Does endogeneity affect the R-squared estimated in variance partitioning?

Peter Schmid

New Member
Hi,

I have a likely very simple question but I can’t get my head around the answer. I want to estimate which part of the variance in a firm's return on asset (ROA) can be attributed to year effects, industry effects, firm effects and finally CEO effects. I run an OLS regression to which I sequentially add each group (first year dummies, then industry dummies, firm dummies, CEO dummies). I use the incremental increase in R-squared as the measure of the variance of ROA a group explains. I got the comment today that because there are many time varying factors on the industry (e.g., industry specific temporary shocks), firm (e.g., change in firm size) or CEO (age) level that I don’t include in the model, endogeneity from an omitted variable is present and the coefficients are biased. While this is certainly true, I don't see how it would affect the incremental R-squared attributed to each group (year, industry, firm, CEO). More generally, is endogeneity an issue at all for variance partitioning?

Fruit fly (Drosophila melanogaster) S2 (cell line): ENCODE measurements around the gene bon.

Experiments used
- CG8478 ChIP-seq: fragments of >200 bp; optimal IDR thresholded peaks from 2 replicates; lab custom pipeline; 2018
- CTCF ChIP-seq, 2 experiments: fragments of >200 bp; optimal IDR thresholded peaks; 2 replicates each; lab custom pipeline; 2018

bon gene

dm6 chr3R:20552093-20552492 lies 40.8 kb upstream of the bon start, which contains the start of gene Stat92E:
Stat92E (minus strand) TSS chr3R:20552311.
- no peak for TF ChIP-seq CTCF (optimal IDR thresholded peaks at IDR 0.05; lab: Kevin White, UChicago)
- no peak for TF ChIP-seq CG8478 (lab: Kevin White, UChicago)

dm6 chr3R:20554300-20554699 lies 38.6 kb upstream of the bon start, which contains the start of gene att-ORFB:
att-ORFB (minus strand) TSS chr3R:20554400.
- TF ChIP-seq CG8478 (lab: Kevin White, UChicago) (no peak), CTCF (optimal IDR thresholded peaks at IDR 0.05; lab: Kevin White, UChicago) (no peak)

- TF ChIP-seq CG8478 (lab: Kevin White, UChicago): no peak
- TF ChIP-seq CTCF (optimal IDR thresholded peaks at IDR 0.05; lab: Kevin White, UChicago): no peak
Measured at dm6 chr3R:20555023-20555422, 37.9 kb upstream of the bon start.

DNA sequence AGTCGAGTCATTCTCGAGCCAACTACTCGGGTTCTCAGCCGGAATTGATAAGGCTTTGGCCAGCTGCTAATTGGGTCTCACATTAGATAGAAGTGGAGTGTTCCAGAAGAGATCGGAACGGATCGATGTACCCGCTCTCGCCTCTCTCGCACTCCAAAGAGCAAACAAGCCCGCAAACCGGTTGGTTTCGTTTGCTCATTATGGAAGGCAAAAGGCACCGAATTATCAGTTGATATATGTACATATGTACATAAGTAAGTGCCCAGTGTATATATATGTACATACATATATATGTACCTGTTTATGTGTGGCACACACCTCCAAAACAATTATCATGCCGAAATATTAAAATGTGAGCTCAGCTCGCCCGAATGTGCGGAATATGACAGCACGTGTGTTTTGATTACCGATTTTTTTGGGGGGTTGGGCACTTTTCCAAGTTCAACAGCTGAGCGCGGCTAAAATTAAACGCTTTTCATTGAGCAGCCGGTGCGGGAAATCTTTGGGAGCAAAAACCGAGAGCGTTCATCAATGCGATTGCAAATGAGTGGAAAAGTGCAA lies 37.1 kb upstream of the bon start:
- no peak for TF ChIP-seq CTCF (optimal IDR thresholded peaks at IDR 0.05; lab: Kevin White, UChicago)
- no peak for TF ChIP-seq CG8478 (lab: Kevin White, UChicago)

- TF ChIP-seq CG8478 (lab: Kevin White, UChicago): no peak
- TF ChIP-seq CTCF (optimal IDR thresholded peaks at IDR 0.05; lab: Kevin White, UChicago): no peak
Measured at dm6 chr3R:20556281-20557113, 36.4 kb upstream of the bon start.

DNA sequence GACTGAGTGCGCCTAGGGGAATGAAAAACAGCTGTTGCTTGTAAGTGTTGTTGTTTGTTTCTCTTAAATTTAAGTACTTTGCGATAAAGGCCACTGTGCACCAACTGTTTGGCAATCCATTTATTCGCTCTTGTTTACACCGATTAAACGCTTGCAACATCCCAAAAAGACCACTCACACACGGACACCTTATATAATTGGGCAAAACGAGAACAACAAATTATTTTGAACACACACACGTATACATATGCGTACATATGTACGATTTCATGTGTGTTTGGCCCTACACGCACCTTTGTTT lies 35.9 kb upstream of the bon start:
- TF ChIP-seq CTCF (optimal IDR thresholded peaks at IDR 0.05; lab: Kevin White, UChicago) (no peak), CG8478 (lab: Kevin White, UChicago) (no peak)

Many thanks in advance and my apologies for the simplicity of the question

Peter

Last edited:

spunky

Can't make spagetti
.... endogeneity from an omitted variable is present and the coefficients are biased. While this is certainly true, I don't see how it would affect the incremental R-squared attributed to each group (year, industry, firm, CEO). More generally, is endogeneity an issue at all for variance partitioning?
Well, OLS multiple regression's R-squared can be expressed as a function of the regression coefficients and the correlations among the dependent and independent variables. To be more specific:

$$R^{2}=r_{xy}^{t}\beta$$

Where $$r_{xy}$$ is the vector containing the pairwise correlations between the dependent variable Y and each predictor X and $$\beta$$ is the vector containing the regression coefficients. Since endogeneity biases correlations and regression coefficients I can't see how it wouldn't negatively affect R2, with the exception of the extremely contrived cases where for some reason the biases are just going in the exact opposite directions for the exact amount so that they end up cancelling out.